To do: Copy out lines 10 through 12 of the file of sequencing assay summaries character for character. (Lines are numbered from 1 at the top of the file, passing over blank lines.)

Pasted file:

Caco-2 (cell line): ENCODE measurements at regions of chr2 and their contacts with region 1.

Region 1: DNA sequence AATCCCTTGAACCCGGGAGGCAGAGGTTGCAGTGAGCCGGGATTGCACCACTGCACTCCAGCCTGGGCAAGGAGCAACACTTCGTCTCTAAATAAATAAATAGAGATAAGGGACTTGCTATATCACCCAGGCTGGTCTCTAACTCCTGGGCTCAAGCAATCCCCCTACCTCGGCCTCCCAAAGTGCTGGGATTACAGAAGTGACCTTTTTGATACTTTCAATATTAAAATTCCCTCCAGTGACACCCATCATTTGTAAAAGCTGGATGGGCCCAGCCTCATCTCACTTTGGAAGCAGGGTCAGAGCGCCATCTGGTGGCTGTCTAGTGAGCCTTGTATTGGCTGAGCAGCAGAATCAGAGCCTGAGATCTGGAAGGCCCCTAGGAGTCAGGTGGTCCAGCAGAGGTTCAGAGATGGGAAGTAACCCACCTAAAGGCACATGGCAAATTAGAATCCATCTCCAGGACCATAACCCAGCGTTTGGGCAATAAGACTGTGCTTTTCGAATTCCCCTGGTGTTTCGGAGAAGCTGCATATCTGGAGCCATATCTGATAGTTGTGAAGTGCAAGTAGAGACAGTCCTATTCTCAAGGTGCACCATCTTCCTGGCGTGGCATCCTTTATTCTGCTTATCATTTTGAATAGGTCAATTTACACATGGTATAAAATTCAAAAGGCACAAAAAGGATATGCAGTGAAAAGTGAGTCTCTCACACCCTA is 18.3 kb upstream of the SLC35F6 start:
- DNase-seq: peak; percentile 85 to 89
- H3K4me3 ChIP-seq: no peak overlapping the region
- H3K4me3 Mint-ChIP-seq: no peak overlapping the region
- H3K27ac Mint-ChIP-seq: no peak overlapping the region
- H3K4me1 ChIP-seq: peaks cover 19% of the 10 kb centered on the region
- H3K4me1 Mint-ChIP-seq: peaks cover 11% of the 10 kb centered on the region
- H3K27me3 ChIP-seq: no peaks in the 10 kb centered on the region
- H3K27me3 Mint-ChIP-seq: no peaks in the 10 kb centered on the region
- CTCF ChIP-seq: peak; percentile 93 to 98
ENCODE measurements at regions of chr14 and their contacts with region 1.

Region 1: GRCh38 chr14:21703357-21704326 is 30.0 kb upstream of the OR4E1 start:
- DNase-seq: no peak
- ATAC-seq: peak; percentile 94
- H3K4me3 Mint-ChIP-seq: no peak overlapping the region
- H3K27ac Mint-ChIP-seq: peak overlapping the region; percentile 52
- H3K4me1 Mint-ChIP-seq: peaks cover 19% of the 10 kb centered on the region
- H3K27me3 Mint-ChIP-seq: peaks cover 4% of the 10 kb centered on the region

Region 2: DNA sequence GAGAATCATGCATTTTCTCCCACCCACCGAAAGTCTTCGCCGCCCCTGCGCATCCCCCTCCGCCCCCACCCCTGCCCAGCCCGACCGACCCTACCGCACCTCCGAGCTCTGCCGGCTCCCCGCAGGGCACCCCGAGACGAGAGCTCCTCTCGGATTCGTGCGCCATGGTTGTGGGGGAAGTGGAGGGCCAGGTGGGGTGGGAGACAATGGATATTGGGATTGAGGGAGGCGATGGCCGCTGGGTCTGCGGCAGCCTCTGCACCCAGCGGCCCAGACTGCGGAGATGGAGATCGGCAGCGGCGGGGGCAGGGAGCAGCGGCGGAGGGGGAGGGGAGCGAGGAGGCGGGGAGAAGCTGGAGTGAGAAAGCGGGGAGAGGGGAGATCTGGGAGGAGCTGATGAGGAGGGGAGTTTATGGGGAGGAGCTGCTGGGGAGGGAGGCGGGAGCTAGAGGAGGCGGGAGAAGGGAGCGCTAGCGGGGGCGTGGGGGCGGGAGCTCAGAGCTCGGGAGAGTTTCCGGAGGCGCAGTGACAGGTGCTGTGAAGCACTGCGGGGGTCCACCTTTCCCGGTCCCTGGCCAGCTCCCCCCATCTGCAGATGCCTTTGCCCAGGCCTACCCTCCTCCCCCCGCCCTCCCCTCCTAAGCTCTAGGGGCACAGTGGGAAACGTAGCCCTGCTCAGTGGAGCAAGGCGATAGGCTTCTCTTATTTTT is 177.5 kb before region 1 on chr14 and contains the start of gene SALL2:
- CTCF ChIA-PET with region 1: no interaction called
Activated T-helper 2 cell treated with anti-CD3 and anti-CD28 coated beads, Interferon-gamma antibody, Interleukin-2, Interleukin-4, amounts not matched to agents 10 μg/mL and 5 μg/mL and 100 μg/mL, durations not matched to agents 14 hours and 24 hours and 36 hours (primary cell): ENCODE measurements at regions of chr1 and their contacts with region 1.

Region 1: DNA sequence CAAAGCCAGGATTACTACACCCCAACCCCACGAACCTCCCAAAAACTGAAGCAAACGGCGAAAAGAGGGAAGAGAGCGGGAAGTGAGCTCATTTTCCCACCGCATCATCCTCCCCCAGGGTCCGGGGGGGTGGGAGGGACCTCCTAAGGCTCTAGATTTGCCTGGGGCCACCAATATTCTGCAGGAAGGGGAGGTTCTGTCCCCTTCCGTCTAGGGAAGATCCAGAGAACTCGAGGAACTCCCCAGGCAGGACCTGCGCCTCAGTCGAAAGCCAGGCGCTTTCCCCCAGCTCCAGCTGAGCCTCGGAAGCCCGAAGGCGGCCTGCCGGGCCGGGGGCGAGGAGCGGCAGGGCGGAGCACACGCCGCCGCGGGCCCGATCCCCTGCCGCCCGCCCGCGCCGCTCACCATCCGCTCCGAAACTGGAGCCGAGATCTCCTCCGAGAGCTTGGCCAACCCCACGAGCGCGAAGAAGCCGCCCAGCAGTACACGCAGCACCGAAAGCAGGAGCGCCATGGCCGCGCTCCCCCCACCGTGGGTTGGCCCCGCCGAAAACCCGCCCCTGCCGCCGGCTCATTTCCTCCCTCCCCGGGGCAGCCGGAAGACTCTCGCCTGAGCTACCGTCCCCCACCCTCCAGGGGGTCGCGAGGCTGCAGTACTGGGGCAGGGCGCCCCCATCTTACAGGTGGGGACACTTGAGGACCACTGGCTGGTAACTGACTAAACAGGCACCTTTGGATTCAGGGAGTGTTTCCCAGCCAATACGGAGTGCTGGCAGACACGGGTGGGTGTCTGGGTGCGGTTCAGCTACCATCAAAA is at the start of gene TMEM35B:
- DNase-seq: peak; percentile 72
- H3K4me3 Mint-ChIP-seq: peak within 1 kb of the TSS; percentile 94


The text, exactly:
- H3K27me3 Mint-ChIP-seq: no peaks in the 10 kb centered on the region
- CTCF ChIP-seq: peak; percentile 93 to 98
ENCODE measurements at regions of chr14 and their contacts with region 1.